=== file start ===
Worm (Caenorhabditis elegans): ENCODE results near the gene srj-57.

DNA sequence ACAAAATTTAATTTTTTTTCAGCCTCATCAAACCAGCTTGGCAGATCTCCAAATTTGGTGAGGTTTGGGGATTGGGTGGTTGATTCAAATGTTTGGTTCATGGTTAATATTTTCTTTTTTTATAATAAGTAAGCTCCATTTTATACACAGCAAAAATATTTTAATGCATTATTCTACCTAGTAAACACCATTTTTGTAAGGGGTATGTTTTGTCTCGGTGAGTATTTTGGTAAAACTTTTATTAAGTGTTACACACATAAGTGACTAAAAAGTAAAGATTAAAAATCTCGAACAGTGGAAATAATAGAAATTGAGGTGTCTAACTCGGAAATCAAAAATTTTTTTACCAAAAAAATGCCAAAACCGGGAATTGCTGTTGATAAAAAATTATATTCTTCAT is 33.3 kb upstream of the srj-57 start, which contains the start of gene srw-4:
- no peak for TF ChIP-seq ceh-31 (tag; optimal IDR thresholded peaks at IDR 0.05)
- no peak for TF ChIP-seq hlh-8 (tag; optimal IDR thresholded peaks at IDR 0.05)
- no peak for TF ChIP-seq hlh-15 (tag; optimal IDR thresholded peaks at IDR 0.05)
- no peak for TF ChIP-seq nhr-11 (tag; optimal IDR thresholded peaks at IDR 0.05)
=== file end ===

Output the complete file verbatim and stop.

Worm (Caenorhabditis elegans): ENCODE results near the gene srj-57.

DNA sequence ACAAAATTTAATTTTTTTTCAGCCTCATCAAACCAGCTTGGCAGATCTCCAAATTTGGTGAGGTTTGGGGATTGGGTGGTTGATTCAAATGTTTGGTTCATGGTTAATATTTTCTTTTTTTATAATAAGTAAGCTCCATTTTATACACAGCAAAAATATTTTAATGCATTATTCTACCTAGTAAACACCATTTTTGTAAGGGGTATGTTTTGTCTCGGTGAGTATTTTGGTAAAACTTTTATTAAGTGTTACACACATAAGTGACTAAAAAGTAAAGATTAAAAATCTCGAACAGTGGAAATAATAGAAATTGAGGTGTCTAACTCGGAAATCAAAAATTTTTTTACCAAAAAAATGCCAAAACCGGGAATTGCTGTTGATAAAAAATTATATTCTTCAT is 33.3 kb upstream of the srj-57 start, which contains the start of gene srw-4:
- no peak for TF ChIP-seq ceh-31 (tag; optimal IDR thresholded peaks at IDR 0.05)
- no peak for TF ChIP-seq hlh-8 (tag; optimal IDR thresholded peaks at IDR 0.05)
- no peak for TF ChIP-seq hlh-15 (tag; optimal IDR thresholded peaks at IDR 0.05)
- no peak for TF ChIP-seq nhr-11 (tag; optimal IDR thresholded peaks at IDR 0.05)